In my life I have watched a lot of movies. I’m somewhere in-between someone who just likes movies and a “film buff.” It’s rare that I meet someone who has watched as many films as I have. I’ll watch almost any film as long as I think it’s going to be good (I probably have a high standard for what is good), but making good movies is a tough job, and it’s rare that anyone, or any organization, can repeat it. Typically great strings of good movies are made by strong minded auteurs who are given final say on almost all facets of the film, mostly film directors. But Pixar, a company of thousands, has managed to continuously put out (financially) successful film after successful film. Having said that, I actually don’t enjoy watching Pixar films. I can’t really quantify why I don’t like them, but I just don’t. Maybe too maudlin and cloying. But I absolutely cannot deny that they are beloved, and money making.
I have to be impressed with the dedication Pixar has to its own style of storytelling, and effectively that is what “The Best Story Wins” is really about–a model for storytelling that generates films which bring viewers through an emotional roller coaster designed (yes designed) to create a strong, emotional reaction. Matthew Luhn, a successful graduate of the Pixar storytelling blender, wrote this book to help business people sell using Pixar’s model of storytelling.
The book The Best Story Wins starts off with a Steve Jobs quote (Note: Jobs started Pixar, but managed it much differently than Apple):
The most powerful person in the world is the story teller. The storyteller sets the vision, values and agenda of an entire generation that is to come. - Steve Jobs
The key thesis of the book is this:
All the decisions we make in life–from what shoes we wear or to who we date, to what shows we watch–are made based on who or what has made us feel something.
This makes it pretty obvious as to what we should do to sell things–make people feel strong emotions.
Tension and Release, Dopamine and Endorphins
A key theme in the book is this idea of “tension and release” or what I would consider creating a roller coaster of emotion, quickly moving between high ups and low, low downs, but overall extremely positive.
When Jobs debuted the iPhone in 2007 at the Macworld Expo in San Francisco, he used this up-and-down kind of storytelling. He began his presentation by saying, “This is a day I’ve been looking forward to for two-and-a-half years.” His excitement spread throughout the crowd. “Today Apple is going to reinvent the phone with a new device called the iPhone.” The audience was transfixed and happy chemicals were running high, but then he paused and took everyone down by saying the every smartphone that has ever been created wasn’t smart, but stupid. While the Audience’s sad chemicals were still being released, Jobs quickly changed the direction and announced, “But my smartphone is as smart as a computer,” and everyone jumped out of their seats.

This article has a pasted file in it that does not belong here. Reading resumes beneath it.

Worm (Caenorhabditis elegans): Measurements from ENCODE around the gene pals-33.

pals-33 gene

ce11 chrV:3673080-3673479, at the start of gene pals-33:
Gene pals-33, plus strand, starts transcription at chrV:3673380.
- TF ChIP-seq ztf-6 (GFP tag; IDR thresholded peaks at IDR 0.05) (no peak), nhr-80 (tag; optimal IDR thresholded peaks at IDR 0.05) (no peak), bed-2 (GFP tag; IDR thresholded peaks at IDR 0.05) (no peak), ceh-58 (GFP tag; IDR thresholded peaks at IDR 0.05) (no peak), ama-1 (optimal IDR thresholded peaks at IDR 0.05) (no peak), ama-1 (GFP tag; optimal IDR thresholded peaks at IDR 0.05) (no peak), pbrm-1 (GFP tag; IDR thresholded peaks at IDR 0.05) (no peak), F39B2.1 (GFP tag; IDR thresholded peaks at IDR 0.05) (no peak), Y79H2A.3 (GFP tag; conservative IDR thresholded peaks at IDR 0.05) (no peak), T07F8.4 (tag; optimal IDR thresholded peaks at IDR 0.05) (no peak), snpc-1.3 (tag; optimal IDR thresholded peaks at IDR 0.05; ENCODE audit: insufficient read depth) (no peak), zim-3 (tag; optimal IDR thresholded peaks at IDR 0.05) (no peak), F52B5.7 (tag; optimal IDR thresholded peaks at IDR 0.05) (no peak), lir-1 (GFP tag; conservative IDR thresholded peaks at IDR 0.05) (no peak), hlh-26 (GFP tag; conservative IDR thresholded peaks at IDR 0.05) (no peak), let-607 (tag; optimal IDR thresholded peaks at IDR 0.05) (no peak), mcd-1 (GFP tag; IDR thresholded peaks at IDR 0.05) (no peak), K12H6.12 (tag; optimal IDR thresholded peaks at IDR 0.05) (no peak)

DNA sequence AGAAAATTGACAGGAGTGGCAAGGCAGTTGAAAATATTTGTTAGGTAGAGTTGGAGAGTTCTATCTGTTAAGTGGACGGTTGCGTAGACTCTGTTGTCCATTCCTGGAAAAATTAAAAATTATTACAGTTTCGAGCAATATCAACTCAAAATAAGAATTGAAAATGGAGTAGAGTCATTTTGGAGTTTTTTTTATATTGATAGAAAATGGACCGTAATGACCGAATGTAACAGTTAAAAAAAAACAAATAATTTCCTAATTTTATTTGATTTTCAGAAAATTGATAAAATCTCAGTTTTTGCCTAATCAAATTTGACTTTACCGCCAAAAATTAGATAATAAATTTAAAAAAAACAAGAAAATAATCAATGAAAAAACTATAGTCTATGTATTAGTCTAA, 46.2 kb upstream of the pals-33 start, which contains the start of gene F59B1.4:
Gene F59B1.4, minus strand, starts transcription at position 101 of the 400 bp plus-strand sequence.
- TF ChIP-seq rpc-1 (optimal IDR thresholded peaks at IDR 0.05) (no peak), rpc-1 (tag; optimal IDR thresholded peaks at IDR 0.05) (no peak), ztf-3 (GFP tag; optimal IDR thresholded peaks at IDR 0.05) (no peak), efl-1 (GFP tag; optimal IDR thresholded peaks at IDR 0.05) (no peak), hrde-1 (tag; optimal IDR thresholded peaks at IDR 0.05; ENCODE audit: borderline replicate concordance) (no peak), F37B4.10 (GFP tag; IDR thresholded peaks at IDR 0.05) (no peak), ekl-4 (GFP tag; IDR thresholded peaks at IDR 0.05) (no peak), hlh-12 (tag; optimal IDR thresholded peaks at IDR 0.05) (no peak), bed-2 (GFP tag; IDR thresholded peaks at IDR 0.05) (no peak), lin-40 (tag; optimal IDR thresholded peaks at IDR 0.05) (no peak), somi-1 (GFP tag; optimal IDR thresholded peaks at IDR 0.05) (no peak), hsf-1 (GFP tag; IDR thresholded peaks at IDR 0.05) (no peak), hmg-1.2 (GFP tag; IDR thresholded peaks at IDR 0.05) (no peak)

The book goes on to detail the continuing tension and release method that Jobs employed.
- 8 seconds - You have 8 seconds to get and keep someones attention.
This one I think I like, give them the “what if” of the story.
- We are attracted to the idea of personal transformation–use personal anecdotes to connect with the audience
When you share success stories about yourself (or about other people) struggling to obtain something, your audience roots for you to reach your goal. This in turn inspires them to pursue goals that may seem too difficult in their lives. Your transformational experience, your success story–can inspired other to change and take action…
- Don’t provide the moral of the story
All the films and TV shows I’ve worked on have taught me to carefully guard against telling the audience the moral of the story. That kills the authenticity of the experience. As Frank Capra said “I made mistakes in drama. I thought the drama was when the actors cried. But drama is when the audience cries.”
- The product/company isn’t the hero
Instead of assuming that you are the hero, rescuing customers from a lesser existence, what if you cast your customer as the hero in your story? What if “saving the day” or “getting the treasure” wasn’t about you landing their business, but about them achieving what they want out of life?
For Pixar, the story is the framework of their product. Without a great story, they can’t have a great film. Ultimately the film has to be perfectly done from an aesthetic and functional perspective (visuals, audio) but beautiful looking films are often failures because of their poor storytelling. The same can be said for any product or business.